Manuel Simon ma at ABC.univie.ac.at
Thu May 19 11:02:20 EST 1994

In article <9405190315.AA24155 at pclsp2> vinz at PCLSP2.KUICR.KYOTO-U.AC.JP (Vincenzo Nardi-Dei) writes:
>From: vinz at PCLSP2.KUICR.KYOTO-U.AC.JP (Vincenzo Nardi-Dei)
>Subject: Re: telomeres
>Date: 18 May 1994 20:12:47 -0700

>Also I am remembering, when I was child, my father used to cut a branch 
>from a tree, put it in the ground and it grew again to become a new tree.
>From this second tree he could cut an other branch, put in the ground
>and so on endlessly. So, do plants have telomeric regulation systems?
>And if they have not, how do they in normal conditions do not develop
>cancer, but cells grow in a differentiated way, generating organs,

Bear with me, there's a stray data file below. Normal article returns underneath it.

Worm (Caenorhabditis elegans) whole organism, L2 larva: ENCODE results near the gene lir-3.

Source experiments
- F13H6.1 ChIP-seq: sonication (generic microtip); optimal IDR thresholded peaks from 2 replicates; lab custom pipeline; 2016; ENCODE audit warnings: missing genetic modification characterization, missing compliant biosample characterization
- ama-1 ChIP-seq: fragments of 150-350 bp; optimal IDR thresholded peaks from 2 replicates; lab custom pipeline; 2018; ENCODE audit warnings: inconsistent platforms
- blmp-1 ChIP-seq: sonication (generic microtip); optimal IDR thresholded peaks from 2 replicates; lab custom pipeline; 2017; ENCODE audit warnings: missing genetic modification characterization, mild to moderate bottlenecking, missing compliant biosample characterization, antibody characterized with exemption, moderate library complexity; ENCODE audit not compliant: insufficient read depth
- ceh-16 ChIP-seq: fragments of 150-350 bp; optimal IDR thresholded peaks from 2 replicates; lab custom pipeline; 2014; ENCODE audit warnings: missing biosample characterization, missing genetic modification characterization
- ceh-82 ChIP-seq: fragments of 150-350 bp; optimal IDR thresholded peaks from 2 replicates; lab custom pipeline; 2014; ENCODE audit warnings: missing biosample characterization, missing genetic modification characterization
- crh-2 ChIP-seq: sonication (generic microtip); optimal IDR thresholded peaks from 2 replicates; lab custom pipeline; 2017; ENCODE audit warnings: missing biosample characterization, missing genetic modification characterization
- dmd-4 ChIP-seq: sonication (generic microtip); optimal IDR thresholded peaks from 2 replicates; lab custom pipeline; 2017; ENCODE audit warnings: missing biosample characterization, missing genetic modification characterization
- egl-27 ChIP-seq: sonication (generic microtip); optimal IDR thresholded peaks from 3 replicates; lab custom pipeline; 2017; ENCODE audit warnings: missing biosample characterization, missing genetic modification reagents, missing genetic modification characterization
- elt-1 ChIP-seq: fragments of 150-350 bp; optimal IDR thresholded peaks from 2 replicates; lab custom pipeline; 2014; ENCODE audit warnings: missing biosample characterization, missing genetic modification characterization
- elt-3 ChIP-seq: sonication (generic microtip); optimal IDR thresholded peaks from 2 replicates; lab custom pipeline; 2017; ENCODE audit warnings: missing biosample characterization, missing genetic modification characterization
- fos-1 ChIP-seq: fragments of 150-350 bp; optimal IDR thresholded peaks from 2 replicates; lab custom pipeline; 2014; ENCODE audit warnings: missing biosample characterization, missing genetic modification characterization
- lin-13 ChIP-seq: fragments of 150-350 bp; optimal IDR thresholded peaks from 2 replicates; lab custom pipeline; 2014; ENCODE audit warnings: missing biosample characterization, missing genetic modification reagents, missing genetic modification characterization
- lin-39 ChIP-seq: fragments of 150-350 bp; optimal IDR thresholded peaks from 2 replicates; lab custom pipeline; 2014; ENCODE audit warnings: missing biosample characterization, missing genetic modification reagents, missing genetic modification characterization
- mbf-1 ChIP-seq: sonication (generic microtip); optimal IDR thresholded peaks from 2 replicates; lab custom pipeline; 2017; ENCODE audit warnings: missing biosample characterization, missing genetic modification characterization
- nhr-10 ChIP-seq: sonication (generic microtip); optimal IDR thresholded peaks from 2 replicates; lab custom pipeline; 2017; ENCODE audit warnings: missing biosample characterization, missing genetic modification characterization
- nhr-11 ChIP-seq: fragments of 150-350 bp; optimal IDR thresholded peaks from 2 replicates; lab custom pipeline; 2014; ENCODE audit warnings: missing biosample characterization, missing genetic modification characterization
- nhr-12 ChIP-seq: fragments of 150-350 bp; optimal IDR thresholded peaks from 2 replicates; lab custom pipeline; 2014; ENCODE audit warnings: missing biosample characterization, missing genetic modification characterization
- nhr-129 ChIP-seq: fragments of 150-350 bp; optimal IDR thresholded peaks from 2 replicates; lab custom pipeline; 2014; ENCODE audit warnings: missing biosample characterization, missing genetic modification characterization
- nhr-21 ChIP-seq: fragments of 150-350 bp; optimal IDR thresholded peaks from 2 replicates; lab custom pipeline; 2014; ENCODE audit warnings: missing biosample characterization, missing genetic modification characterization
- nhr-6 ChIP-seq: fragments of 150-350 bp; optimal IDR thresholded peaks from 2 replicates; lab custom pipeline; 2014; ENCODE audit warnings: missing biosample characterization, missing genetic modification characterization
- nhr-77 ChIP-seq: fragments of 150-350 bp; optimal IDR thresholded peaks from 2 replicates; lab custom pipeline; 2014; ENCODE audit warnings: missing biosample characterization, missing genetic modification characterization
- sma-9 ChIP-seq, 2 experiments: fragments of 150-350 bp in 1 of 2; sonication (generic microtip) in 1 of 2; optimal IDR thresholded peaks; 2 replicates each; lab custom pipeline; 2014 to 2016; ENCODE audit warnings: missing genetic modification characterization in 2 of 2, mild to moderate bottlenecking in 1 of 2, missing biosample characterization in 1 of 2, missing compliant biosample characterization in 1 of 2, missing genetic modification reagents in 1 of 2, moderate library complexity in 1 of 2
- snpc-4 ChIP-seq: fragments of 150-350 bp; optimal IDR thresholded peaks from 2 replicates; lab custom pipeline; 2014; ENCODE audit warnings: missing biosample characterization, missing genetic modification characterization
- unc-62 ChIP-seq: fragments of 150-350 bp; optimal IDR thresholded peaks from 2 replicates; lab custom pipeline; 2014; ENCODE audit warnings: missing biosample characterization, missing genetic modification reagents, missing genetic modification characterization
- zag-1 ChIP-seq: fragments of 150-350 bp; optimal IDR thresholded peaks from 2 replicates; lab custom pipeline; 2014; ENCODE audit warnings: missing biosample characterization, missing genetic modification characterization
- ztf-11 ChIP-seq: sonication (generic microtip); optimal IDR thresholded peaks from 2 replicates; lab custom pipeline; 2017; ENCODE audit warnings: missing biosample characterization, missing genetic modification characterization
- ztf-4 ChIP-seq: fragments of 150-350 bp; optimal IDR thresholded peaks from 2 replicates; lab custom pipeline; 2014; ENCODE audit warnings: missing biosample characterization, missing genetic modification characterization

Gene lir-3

>stopping their growth at certain moments and, apoptosysly, leaves 

I also remember some scenes, where we digged branches in our garden, but 
in fact, they never grew out! Highly specialized cells are necessary for 
*infinite* replication. You are right: most of the cells of a plant having 
undergone differentiation to specialized functions will not suffice the 
requirements for reproduction.


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